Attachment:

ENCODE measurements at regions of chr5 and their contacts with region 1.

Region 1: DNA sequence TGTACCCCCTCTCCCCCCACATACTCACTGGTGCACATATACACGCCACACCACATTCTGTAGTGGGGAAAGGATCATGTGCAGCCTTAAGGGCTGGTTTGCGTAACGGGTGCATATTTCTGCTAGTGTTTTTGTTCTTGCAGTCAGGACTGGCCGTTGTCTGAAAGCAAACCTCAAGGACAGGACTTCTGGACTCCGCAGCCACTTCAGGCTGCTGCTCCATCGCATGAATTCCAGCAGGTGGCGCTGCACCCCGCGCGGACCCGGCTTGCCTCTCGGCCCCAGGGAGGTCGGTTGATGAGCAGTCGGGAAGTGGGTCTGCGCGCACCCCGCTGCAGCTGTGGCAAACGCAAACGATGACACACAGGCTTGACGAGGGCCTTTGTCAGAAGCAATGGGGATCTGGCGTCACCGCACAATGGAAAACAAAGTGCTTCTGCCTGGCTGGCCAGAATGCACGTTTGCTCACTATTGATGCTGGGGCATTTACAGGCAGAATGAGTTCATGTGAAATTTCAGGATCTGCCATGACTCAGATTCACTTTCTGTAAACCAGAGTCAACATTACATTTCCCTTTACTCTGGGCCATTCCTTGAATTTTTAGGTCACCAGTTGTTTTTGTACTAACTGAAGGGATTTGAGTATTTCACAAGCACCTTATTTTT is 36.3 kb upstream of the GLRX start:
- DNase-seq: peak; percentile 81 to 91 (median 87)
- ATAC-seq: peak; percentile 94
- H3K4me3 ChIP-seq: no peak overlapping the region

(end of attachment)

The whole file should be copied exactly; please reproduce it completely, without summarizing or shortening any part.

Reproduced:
ENCODE measurements at regions of chr5 and their contacts with region 1.

Region 1: DNA sequence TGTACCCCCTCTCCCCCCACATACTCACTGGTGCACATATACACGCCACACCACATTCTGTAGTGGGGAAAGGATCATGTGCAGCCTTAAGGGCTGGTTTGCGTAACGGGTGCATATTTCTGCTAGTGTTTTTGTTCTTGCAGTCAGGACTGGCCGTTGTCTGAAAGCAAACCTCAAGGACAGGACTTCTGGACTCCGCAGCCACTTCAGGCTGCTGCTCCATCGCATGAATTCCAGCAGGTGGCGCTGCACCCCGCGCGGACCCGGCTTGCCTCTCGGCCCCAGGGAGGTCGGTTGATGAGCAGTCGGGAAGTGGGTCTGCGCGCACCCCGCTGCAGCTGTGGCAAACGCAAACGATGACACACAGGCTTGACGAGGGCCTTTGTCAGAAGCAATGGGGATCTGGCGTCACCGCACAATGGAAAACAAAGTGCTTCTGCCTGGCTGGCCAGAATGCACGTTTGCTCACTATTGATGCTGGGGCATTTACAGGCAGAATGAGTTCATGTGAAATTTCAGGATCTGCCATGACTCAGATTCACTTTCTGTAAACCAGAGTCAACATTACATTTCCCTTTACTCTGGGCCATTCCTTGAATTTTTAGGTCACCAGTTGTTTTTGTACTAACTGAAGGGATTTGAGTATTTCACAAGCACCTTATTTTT is 36.3 kb upstream of the GLRX start:
- DNase-seq: peak; percentile 81 to 91 (median 87)
- ATAC-seq: peak; percentile 94
- H3K4me3 ChIP-seq: no peak overlapping the region